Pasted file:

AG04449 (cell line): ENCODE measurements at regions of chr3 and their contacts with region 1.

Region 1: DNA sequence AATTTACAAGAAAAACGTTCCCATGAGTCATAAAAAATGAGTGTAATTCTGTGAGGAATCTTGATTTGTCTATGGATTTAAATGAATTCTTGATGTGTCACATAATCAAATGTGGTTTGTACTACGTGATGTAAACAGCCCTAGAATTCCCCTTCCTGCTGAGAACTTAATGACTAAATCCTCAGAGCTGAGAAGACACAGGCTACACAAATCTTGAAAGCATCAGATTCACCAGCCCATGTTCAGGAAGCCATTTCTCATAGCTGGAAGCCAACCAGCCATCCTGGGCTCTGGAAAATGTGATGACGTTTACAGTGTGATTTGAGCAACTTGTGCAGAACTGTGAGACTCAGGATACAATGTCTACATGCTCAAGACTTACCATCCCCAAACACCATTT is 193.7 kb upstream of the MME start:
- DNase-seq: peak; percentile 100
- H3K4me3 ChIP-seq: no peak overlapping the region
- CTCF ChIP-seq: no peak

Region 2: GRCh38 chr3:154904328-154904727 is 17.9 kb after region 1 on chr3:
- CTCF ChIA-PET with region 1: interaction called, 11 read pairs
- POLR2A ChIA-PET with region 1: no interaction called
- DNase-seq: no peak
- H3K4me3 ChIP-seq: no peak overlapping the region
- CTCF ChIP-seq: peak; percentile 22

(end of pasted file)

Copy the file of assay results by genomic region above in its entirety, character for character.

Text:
AG04449 (cell line): ENCODE measurements at regions of chr3 and their contacts with region 1.

Region 1: DNA sequence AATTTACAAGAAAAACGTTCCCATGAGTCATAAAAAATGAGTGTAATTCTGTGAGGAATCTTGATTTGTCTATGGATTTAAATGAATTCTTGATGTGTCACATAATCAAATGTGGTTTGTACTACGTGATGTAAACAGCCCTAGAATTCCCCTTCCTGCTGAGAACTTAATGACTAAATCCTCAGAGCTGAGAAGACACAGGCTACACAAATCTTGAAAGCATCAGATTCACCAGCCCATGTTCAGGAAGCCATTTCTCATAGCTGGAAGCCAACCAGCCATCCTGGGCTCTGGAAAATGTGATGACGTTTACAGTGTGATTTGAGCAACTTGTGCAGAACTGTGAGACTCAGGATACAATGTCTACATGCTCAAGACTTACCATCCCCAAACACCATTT is 193.7 kb upstream of the MME start:
- DNase-seq: peak; percentile 100
- H3K4me3 ChIP-seq: no peak overlapping the region
- CTCF ChIP-seq: no peak

Region 2: GRCh38 chr3:154904328-154904727 is 17.9 kb after region 1 on chr3:
- CTCF ChIA-PET with region 1: interaction called, 11 read pairs
- POLR2A ChIA-PET with region 1: no interaction called
- DNase-seq: no peak
- H3K4me3 ChIP-seq: no peak overlapping the region
- CTCF ChIP-seq: peak; percentile 22